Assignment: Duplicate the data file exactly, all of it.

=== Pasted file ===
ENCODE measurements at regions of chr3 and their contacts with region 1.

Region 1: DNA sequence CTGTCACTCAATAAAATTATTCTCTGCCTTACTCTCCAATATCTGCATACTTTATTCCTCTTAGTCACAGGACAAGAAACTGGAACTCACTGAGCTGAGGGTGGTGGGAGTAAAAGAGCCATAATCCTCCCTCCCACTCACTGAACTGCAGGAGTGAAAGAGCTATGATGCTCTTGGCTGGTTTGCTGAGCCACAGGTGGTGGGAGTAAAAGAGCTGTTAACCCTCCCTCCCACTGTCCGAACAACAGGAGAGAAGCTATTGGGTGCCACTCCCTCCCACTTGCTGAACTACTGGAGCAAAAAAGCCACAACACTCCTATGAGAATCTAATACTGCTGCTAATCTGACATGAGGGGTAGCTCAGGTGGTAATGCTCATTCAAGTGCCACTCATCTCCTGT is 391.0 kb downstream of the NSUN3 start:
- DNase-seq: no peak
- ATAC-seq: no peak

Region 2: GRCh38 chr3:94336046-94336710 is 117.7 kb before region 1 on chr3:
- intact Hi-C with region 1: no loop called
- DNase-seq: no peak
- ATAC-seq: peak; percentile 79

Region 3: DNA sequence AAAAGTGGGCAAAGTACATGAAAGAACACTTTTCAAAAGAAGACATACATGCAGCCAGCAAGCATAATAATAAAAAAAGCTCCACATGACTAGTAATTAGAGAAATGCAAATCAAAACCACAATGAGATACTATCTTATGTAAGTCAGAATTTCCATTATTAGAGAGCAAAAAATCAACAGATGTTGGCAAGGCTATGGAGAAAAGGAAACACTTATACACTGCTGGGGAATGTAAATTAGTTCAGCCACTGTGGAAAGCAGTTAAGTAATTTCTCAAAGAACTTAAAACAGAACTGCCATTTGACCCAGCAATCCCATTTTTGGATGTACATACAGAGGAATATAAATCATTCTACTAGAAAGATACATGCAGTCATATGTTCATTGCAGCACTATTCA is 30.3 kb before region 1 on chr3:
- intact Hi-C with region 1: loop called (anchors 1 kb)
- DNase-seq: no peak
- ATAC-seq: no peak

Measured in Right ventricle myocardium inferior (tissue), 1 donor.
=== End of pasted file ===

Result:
ENCODE measurements at regions of chr3 and their contacts with region 1.

Region 1: DNA sequence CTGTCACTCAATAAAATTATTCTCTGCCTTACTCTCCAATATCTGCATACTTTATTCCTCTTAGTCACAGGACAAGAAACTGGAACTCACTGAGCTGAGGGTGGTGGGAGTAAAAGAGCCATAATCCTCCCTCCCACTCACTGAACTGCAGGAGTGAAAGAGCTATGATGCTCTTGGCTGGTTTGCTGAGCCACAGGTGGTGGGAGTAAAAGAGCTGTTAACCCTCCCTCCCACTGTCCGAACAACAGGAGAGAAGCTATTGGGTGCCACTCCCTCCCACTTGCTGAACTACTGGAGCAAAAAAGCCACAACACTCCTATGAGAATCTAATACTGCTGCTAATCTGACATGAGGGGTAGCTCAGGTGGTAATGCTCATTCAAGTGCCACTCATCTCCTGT is 391.0 kb downstream of the NSUN3 start:
- DNase-seq: no peak
- ATAC-seq: no peak

Region 2: GRCh38 chr3:94336046-94336710 is 117.7 kb before region 1 on chr3:
- intact Hi-C with region 1: no loop called
- DNase-seq: no peak
- ATAC-seq: peak; percentile 79

Region 3: DNA sequence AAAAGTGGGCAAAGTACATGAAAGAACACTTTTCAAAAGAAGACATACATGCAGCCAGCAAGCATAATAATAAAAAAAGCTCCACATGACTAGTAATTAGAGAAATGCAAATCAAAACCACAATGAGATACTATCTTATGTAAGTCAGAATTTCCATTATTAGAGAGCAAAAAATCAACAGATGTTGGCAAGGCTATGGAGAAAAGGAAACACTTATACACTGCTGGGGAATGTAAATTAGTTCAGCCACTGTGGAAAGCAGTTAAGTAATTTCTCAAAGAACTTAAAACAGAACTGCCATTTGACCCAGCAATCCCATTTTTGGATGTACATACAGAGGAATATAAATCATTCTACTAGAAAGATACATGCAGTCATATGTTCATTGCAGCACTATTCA is 30.3 kb before region 1 on chr3:
- intact Hi-C with region 1: loop called (anchors 1 kb)
- DNase-seq: no peak
- ATAC-seq: no peak

Measured in Right ventricle myocardium inferior (tissue), 1 donor.